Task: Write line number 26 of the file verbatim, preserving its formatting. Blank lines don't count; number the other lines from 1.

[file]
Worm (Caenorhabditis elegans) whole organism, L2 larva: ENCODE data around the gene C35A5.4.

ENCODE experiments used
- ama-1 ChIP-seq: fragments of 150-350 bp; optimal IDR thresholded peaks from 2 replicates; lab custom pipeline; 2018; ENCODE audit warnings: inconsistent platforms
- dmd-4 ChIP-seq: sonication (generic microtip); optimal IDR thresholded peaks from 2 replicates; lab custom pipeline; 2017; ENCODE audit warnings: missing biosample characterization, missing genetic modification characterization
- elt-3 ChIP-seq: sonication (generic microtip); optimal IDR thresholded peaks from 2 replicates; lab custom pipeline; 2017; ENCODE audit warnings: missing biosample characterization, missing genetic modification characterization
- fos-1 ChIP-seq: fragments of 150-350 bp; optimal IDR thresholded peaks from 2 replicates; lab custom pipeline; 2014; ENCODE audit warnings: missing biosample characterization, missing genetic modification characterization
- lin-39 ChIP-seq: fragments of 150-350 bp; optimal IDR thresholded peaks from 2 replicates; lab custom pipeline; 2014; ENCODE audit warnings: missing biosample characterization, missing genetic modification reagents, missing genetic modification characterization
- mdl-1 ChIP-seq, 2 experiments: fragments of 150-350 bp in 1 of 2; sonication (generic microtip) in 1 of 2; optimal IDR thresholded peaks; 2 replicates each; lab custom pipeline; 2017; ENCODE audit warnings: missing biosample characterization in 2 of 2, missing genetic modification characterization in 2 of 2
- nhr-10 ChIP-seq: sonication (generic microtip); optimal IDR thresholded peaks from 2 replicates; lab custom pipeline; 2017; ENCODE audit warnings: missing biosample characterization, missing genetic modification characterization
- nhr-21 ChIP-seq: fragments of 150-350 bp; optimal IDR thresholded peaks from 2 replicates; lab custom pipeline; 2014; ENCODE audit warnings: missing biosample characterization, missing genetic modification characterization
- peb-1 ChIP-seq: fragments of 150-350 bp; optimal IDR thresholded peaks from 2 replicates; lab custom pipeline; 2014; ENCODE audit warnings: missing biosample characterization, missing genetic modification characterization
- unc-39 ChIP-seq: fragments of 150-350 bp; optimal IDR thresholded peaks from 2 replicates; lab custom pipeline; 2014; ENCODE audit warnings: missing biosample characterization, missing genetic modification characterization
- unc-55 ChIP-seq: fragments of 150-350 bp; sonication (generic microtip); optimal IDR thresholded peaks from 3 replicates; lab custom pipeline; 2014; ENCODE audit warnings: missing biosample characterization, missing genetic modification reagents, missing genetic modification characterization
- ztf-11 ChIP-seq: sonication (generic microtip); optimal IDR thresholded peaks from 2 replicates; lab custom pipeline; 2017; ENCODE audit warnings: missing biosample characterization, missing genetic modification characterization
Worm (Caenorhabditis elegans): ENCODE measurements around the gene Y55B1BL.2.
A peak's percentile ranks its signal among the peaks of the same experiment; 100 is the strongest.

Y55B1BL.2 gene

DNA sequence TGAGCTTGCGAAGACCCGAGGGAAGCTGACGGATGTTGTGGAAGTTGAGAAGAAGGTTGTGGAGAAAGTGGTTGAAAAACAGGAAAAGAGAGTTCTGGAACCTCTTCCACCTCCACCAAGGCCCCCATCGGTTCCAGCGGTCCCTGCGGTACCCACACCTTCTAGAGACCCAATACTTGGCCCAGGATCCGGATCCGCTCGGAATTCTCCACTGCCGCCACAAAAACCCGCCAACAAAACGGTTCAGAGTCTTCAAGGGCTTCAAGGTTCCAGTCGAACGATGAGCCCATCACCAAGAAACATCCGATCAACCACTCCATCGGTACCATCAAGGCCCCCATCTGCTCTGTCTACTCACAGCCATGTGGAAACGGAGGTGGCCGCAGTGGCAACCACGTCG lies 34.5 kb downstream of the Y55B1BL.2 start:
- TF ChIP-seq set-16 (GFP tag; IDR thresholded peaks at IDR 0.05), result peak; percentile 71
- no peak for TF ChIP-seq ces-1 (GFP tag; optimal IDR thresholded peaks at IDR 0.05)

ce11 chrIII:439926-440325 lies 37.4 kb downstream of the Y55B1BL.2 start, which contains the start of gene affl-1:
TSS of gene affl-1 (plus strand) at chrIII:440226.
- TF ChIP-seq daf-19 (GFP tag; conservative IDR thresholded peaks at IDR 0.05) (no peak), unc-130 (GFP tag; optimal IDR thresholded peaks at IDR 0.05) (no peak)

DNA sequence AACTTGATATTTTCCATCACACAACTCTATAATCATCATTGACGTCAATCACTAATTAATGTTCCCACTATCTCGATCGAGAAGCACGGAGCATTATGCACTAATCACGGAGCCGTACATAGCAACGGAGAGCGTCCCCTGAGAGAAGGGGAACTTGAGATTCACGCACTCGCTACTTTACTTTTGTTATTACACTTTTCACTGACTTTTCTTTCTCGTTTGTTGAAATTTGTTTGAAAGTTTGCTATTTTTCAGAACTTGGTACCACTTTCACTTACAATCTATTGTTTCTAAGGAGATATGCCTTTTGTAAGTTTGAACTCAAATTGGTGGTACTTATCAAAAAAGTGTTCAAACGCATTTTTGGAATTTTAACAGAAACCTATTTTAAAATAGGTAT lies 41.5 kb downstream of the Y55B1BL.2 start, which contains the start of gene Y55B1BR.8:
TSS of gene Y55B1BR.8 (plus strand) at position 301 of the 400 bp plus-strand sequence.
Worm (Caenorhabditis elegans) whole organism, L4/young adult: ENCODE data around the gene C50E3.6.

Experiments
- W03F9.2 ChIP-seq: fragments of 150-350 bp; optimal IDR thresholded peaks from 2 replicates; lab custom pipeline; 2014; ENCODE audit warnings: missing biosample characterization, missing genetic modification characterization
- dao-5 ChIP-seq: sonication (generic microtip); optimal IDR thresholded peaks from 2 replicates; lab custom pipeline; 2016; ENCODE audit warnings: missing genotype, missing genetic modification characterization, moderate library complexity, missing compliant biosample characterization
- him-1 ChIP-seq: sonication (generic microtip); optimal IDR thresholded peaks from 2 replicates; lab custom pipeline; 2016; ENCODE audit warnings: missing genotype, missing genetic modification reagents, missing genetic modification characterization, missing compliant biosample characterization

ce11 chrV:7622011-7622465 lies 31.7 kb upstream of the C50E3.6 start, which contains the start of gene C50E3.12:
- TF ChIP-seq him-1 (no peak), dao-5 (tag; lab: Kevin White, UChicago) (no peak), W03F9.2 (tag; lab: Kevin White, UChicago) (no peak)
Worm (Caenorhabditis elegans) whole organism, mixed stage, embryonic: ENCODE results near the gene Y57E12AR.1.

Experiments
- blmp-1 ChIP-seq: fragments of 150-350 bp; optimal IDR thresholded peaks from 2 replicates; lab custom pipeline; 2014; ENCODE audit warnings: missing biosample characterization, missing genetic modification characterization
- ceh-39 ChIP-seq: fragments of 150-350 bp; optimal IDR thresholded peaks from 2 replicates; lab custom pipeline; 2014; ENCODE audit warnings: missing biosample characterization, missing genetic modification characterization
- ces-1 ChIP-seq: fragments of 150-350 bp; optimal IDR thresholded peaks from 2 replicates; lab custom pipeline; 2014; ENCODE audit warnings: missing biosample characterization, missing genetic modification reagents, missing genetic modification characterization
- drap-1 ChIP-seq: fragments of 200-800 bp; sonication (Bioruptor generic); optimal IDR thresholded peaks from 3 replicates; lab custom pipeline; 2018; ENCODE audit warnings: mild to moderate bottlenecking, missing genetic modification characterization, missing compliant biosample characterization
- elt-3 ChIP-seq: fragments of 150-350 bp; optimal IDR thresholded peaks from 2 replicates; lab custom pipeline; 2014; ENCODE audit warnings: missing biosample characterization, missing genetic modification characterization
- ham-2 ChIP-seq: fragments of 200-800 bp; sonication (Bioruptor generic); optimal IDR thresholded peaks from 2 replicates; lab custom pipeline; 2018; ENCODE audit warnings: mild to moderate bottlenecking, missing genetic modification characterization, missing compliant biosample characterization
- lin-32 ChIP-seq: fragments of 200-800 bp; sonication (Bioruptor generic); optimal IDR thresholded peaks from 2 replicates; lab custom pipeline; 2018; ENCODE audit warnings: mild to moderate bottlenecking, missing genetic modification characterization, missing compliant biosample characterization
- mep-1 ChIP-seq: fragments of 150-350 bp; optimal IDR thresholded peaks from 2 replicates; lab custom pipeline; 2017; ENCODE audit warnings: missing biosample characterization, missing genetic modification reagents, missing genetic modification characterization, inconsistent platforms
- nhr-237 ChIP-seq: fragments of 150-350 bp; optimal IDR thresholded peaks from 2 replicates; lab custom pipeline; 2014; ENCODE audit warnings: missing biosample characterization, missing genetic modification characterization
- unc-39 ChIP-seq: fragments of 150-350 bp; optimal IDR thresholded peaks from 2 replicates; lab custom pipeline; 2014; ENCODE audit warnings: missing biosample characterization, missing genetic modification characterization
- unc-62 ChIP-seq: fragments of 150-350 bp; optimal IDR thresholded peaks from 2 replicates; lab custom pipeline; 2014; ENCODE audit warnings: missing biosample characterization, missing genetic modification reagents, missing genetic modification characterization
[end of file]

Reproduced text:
Worm (Caenorhabditis elegans) whole organism, L4/young adult: ENCODE data around the gene C50E3.6.